Thanks to Hueytaxi for the photo. Great picture.
#18 Javier Betancourt: 5'10", 173 lbs., MIF
I won't make much of Gulf Coast League (GCL) stats, but Betancourt's advanced bat-to-ball skills certainly showed up here with a minuscule 6.8 strikeout percentage, only whiffing 14 times in 205 plate appearances. Like I have said before, the GCL is a mix of high school kids, younger foreign guys, and older Dominicans. It is essentially mid-major college ball, with a ton of raw tools. It's hard to glean a lot from these numbers, as they do not really correlate with either major or minor league performance.
Projected 2014 Level: Low-A West Michigan
Thanks to James Chipman for the video. This was shot at fall instructs.
Ho-hum. What do we have here? Another Tigers middle infield prospect from Venezuela. The Tigers have invested quite a lot of resources into Venezuela, that much is apparent. They do not make huge splashes in terms of money, but plenty of their signings range between $100,000 to $400,000 apiece. Betancourt is no different, as he was signed out of Venezuela for $200,000 in August of 2012. Betancourt has excellent bloodlines: Mets infielder Edgardo Alfonzo is his uncle. This has carried over into Betancourt's play in some sense, as he's certainly advanced for his age in terms of approach and attitude. Betancourt has plenty of baseball aptitude, and an excellent baseball IQ.
At the plate, Betancourt has an advanced approach, and knows the strike zone well, especially for an 18 year old. His crouched stance gives pitchers a small zone to work with. He does not try to do too much, as he knows his strengths and weaknesses. Betancourt is a line drive hitter with good swing plane. He keeps the barrel in the hitting zone for a long time, and features solid barrel control and accuracy. His bat-to-ball is solid, as is the hand-eye coordination, and for a kid who would be a freshman in college this upcoming year, the hit tool is certainly advanced. In terms of power, Betancourt does not project to hit for much. He has doubles power at current, and that's most likely the role that he'll continue in throughout his pro career. He will be more of a spray hitter, shooting line drives and gaps, and that is okay. Not everyone has to be Miguel Cabrera, and Betancourt certainly knows his role at the plate.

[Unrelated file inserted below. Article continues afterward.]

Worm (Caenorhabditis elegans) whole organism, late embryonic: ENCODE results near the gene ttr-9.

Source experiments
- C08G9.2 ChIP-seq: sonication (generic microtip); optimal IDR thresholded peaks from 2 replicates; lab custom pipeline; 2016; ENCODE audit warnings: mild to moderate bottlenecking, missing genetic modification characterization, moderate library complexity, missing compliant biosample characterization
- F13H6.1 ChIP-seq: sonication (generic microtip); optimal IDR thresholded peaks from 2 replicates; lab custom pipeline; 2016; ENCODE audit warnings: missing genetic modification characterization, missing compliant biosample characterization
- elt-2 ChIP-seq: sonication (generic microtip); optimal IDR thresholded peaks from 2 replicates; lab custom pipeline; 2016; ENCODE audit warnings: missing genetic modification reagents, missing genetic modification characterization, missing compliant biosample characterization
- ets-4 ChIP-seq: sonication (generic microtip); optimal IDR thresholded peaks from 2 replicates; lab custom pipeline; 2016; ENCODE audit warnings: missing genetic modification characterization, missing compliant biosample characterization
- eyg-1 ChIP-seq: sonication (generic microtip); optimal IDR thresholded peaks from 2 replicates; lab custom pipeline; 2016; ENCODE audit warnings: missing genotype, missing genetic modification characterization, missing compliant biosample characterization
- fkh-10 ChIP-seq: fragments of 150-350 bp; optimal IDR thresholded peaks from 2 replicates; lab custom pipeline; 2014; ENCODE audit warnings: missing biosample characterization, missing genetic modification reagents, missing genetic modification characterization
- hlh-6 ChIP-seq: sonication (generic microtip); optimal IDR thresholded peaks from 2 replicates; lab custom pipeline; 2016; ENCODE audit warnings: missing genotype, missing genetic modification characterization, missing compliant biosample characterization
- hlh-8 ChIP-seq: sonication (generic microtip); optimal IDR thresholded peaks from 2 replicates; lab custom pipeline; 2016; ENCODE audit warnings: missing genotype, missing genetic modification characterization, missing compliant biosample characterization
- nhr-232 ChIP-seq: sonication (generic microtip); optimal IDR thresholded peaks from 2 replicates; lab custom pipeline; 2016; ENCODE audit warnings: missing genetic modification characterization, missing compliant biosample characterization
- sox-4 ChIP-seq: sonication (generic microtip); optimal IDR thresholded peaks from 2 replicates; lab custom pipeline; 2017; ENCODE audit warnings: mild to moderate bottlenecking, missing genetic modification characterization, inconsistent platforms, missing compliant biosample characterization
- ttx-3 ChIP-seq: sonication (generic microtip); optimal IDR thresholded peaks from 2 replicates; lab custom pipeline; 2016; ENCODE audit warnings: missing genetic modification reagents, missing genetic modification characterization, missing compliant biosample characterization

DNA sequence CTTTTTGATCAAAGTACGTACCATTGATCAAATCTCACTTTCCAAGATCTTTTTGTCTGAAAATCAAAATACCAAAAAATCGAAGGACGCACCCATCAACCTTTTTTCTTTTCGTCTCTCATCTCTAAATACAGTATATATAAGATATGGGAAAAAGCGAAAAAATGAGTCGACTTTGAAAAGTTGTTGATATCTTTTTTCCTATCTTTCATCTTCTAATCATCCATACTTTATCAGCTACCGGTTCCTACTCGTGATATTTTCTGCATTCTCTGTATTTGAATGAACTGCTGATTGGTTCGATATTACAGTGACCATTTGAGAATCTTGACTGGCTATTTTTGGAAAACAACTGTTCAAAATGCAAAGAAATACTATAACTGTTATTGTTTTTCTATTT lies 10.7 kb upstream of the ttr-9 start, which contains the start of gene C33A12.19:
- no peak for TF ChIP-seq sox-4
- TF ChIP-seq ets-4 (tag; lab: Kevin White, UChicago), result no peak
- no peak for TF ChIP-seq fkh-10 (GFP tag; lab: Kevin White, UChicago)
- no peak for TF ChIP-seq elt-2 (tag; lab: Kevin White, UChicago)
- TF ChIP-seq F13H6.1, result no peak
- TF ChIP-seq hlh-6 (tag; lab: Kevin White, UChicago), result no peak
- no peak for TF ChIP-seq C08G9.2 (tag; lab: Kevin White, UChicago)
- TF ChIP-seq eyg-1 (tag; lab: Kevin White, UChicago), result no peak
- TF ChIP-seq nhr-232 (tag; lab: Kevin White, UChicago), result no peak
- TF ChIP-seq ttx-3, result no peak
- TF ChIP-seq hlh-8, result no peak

In the field, Betancourt is currently playing shortstop. I would wager that he ends up at second base in the near future. I don't believe he has the lateral quickness or range to stay at the most important position on the diamond. That limits his value just a bit, but second basemen who can hit for average are quite valuable. His arm is adequate, and his baseball smarts should help him with qualifying runners and positioning. He has the tools to be a solid average to slightly above second baseman. Betancourt is also an average runner as well.
In fact, Betancourt reminds me of a younger version of Tiger prospect Devon Travis, in a way. He has a bit more lateral quickness, but they have similar bat to ball ability, even though Travis has a bit more power projection. You will see Travis a few spots above Betancourt on this list, because even though he's four years older, his skills have materialized at the A and A+ level thus far. I do think that Betancourt ultimately has a bit higher of a ceiling in terms of hitting for average than Travis, and could play a better second base as well.
Compared to prospect Steven Fuentes -- who was #25 on my top 30 -- Betancourt doesn't quite feature the loud tools, but he is a much more complete player at present, and therefore has a higher floor. It would be a bit aggressive to place Betancourt in A-ball at this time, bu the Tigers have done so with advanced 19 year olds recently (his birthday is in May, so he'll be 19 for most of the season) with Hernan Perez in 2010, Nick Castellanos, Dixon Machado and Steven Moya in 2011, and Danry Vasquez in 2012 and 2013. I'm projecting a West Michigan arrival at some point this season -- maybe even to start it -- because the organization has placed young, relatively advanced prospects in the Midwest League before.
Betancourt is certainly intriguing, and as his results start to materialize in the low minors, he may be vaulted into the top 10. The position that the Tigers probably have the most depth is at second base, with Perez, Travis, Castro, and Betancourt. Even Eugenio Suarez may be better suited there provided that Iglesias is the shortstop of the future. You won't be surprised to see that all of those prospects aside from Travis hail from one country: Venezuela.